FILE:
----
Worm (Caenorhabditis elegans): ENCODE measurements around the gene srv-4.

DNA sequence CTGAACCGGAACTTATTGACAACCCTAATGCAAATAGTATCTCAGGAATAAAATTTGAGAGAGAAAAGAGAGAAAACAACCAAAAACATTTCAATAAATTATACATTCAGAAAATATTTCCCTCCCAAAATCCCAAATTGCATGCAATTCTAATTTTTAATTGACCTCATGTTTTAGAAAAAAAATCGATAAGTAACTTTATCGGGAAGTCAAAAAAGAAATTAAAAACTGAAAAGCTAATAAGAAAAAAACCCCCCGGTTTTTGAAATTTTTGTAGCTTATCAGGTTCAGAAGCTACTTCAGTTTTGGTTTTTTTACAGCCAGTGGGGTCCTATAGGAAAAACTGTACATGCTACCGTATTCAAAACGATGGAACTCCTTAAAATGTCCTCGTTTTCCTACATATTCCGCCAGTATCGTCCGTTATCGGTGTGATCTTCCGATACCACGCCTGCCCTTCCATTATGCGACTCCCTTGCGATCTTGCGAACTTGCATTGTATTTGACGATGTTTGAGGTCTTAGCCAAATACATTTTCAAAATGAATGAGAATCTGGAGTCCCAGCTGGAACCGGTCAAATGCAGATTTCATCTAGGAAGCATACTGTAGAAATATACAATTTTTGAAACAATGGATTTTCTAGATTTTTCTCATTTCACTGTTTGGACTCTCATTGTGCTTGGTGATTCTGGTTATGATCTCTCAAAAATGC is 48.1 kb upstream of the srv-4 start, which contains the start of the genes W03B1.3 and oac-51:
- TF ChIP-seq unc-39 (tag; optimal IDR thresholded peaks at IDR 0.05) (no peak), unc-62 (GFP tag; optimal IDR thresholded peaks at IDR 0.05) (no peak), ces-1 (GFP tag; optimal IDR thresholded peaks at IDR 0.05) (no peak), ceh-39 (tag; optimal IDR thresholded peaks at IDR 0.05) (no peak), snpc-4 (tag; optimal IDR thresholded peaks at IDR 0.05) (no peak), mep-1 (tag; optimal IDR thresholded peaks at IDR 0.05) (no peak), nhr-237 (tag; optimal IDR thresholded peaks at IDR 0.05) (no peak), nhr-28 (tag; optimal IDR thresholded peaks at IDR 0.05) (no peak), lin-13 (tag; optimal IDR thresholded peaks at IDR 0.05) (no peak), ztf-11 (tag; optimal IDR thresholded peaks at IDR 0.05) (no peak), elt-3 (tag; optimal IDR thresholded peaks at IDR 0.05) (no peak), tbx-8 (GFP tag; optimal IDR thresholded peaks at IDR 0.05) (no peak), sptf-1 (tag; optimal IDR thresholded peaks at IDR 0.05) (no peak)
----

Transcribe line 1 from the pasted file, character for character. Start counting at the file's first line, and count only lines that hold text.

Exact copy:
Worm (Caenorhabditis elegans): ENCODE measurements around the gene srv-4.